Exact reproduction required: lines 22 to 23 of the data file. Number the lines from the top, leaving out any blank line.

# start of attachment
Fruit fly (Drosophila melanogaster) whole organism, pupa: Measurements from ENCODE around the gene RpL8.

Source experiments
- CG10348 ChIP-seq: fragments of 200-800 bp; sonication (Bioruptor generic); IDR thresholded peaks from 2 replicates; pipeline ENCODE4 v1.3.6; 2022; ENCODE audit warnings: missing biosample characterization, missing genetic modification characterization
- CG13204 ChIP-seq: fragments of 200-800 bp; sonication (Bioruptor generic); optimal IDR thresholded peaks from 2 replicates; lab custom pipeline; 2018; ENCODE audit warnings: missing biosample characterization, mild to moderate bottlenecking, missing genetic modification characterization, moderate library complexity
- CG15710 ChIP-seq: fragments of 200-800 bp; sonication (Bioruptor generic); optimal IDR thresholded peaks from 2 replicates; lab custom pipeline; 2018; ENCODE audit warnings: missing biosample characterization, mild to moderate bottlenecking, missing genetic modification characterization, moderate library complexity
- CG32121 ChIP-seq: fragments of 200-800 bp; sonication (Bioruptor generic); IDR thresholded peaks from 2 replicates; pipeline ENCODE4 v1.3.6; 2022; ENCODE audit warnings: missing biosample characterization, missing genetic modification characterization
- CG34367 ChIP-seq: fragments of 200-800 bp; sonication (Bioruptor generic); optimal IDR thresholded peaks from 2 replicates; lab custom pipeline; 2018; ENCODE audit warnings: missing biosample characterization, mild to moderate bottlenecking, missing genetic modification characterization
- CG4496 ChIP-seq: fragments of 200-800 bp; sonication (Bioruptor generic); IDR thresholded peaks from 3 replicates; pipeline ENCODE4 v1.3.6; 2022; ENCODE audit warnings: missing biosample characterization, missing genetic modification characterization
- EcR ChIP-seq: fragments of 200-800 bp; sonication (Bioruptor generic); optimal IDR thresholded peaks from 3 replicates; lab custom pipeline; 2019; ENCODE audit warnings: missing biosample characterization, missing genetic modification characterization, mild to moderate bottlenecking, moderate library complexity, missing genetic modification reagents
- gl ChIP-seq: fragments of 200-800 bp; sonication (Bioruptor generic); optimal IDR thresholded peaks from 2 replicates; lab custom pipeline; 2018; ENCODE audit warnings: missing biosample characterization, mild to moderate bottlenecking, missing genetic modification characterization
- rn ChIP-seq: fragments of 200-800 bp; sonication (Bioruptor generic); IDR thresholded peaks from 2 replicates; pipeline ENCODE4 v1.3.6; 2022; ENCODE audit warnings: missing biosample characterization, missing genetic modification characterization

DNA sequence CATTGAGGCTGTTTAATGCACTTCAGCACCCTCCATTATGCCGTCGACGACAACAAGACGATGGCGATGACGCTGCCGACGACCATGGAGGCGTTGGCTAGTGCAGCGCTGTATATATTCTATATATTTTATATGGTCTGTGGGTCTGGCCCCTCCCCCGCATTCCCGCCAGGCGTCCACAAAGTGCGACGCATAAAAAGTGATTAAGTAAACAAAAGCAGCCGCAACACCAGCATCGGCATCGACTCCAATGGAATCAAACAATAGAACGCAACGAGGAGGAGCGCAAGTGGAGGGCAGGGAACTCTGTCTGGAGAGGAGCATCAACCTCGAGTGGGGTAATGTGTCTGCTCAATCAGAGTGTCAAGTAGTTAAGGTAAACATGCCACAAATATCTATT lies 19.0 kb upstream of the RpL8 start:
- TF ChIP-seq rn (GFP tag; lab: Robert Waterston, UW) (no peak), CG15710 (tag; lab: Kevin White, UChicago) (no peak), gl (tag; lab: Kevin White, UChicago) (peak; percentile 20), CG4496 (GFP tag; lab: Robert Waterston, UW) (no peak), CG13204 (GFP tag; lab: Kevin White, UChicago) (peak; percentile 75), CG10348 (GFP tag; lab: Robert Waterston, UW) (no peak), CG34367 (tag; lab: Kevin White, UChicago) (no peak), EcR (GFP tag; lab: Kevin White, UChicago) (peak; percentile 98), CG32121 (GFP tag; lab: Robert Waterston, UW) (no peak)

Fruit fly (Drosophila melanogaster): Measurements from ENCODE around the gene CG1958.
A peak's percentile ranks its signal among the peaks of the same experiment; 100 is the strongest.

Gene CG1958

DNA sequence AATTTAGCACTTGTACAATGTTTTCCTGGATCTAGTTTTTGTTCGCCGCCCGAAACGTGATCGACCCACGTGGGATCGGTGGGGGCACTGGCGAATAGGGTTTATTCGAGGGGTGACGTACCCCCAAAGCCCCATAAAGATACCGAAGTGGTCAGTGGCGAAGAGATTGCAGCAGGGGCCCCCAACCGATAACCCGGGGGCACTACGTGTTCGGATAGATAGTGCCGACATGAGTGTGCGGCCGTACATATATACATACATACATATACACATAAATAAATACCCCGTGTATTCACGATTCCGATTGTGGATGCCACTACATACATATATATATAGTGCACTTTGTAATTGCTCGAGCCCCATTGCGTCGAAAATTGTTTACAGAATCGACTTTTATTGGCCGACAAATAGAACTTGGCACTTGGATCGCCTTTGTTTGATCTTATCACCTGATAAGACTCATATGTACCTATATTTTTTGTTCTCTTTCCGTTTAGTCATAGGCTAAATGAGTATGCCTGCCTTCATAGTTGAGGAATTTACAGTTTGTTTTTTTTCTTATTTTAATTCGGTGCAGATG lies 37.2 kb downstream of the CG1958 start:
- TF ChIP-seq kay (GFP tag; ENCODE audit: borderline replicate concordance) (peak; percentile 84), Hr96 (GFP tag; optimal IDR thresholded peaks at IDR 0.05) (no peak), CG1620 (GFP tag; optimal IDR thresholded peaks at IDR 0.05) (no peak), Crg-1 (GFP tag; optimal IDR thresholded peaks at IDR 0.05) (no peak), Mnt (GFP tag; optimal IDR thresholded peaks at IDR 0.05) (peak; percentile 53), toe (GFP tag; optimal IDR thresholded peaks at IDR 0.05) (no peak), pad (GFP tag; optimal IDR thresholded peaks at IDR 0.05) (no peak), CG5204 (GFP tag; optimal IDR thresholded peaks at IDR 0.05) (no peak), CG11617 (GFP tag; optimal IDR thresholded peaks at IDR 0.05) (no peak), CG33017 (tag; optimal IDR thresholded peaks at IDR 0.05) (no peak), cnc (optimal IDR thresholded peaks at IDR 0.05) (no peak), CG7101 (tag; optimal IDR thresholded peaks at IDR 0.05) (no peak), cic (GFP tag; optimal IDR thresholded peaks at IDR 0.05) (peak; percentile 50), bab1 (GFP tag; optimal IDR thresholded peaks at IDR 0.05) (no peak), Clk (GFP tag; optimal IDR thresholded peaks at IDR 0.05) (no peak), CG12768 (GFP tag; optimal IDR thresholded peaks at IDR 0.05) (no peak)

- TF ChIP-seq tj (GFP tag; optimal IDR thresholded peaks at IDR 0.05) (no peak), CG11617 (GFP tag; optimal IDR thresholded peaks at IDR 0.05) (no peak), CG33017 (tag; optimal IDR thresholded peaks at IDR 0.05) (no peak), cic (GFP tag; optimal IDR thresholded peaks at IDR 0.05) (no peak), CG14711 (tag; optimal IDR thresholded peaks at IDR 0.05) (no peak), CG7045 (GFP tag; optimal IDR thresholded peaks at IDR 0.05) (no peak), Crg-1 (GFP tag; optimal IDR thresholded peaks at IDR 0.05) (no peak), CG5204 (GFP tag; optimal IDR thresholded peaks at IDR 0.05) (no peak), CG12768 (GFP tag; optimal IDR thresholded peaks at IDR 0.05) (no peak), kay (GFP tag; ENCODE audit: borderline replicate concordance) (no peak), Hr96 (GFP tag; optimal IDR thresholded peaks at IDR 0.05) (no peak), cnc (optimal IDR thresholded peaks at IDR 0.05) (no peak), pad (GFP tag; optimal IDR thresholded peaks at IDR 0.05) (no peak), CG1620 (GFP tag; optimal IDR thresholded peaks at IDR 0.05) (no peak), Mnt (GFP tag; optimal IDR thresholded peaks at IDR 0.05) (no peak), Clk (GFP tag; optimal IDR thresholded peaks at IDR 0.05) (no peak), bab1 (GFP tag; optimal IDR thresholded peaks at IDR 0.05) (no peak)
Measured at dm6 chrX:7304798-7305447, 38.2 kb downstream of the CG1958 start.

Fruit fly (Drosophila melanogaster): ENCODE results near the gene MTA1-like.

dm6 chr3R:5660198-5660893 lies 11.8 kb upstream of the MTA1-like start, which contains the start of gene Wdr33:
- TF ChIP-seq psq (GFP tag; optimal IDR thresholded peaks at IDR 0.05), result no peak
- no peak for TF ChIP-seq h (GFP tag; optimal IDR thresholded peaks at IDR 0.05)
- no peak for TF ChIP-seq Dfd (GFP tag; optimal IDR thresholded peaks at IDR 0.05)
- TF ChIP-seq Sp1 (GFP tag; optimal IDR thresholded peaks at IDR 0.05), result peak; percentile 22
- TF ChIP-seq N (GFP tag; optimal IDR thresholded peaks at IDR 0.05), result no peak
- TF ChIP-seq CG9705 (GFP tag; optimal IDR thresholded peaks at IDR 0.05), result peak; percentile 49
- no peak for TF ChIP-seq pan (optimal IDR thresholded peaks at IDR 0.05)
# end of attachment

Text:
dm6 chr3R:5660198-5660893 lies 11.8 kb upstream of the MTA1-like start, which contains the start of gene Wdr33:
- TF ChIP-seq psq (GFP tag; optimal IDR thresholded peaks at IDR 0.05), result no peak